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PUBLISHED : Friday, 29 March, 2013, 12:00am
UPDATED : Friday, 29 March, 2013, 6:15am

Pollution makes proposed reclamation site unliveable

Albert Cheng worries about health and environmental effects, given its proximity to two power stations, a landfill and a planned incinerator

BIO

Ir. Albert Cheng is the founder of Digital Broadcasting Corporation Hong Kong Limited, a current affairs commentator and columnist. He was formerly a direct elected Hong Kong SAR Legislative Councillor. Mr Cheng was voted by Time Magazine in 1997 as one of "the 25 most influential people in new Hong Kong" and selected by Business Week in 1998 as one of "the 50 stars of Asia".  
 

The Protection of the Harbour Ordinance that aims to limit reclamation in Victoria Harbour to preserve this unique asset of Hong Kong has inadvertently forced the government to look elsewhere to resolve the perennial problem of a shortage of land.

The pressing need for public and private housing, due to the influx of mainland immigrants as well as rising local demand, has pressured the government to reclaim land in other parts of Hong Kong. Official determination to find alternatives should have been reason to cheer. But the proposed reclamation sites leave much to be desired.

According to press reports and an analysis by the Institute of Surveyors' Lawrence Poon Wing-cheung, of the five proposed sites put forward by the government, only two are feasible options suitable for residential purposes. One is located in Ma Liu Shui, Sha Tin, and the other in Lung Kwu Tan, Tuen Mun.

Although the Sha Tin option has stirred strong opposition from some students and teachers of the nearby Chinese University, it doesn't seem that the plan would have any adverse environmental impact. On the other hand, the Tuen Mun option has obvious undesirable environmental and health elements.

I disagree with Poon that it's suitable for residential development. The proposed site, located between CLP's Black Point and Castle Peak power stations, is along the coastal waters of Lung Kwu Tan. To its northeast is the soon-to-be-full West New Territories landfill. And the government is expected to expand the landfill westwards, bringing it closer to the proposed reclamation site in Tuen Mun. It's not difficult to imagine how disgusting the air would be in winter with the prevailing northeasterly winds.

Lung Kwu Tan is also close to power stations, which are mostly coal-fired. Hence, air pollution is already a serious problem in that area.

According to research by Greenpeace in 2005, coal-fired power stations emit more than 60 different hazardous air pollutants, including not just sulphur dioxide and nitrogen oxides, but also mercury and arsenic, a carcinogenic toxin. Lung Kwu Tan residents would be breathing in highly toxic air every day.

Furthermore, the government is planning to build sludge treatment incineration facilities as part of the expanded landfill. The new incinerator will burn the sludge generated from the landfill.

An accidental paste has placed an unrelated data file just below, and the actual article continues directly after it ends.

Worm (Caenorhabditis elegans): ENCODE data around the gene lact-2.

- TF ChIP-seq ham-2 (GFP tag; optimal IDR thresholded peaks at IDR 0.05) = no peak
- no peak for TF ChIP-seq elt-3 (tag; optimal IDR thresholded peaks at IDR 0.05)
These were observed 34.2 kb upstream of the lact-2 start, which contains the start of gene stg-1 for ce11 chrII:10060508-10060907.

During incineration, a small amount of dioxins is expected to be released into the air. Dioxins are highly toxic substances that can cause reproductive and developmental problems. Long-term exposure can damage the immune system.

Therefore, the World Health Organisation has, for many years, urged countries to do their utmost to eliminate this environmental pollutant. What kind of government would put its citizens at such great risk by allowing them to live near toxic dumps that emit dioxins and mercury?

Even if the two power stations were shut down today, the sludge treatment incinerator plan was shelved, and the government decided not to expand the nearby landfill, it still wouldn't make Lung Kwu Tan more liveable and fit for residential development right away: the soil and underground water have been contaminated over the years.

Thus, the environmental conditions in Lung Kwu Tan pose a potentially serious health hazard to present and future residents.

The area surrounding Lung Kwu Tan is dotted with recycling plants. Needless to say, tonnes of chemicals would have been dumped into nearby rivers and streams. The government should conduct thorough environmental tests and assessments of the marine environment before going ahead with reclamation in the area.

If the soil and underground water are indeed found to be contaminated, it would be unthinkable to build homes there.

If the government really wants to reclaim land in Lung Kwu Tan, it must do what it did with the old Kai Tak airport site; that is, carry out a radical clean-up and revitalisation operation. That would no doubt be costly and extremely time-consuming. The Kai Tak clean-up took more than 10 years and cost billions of dollars, after all.

The problems in Lung Kwu Tan could be worse and would therefore take longer to fix and cost more to tackle.

If that's the case, how would reclaiming land there help resolve our housing problem in the short and medium term?

The Lung Kwu Tan reclamation idea has Chief Executive Leung Chun-ying's signature all over it. Just like the order to limit the sale of infant formula and the implementation of the buyer's stamp duty, it is aimed at placating public anger and criticism to boost his popularity. Leung should put the best interests of the public above all else.

Albert Cheng King-hon is a political commentator. taipan@albertcheng.hk

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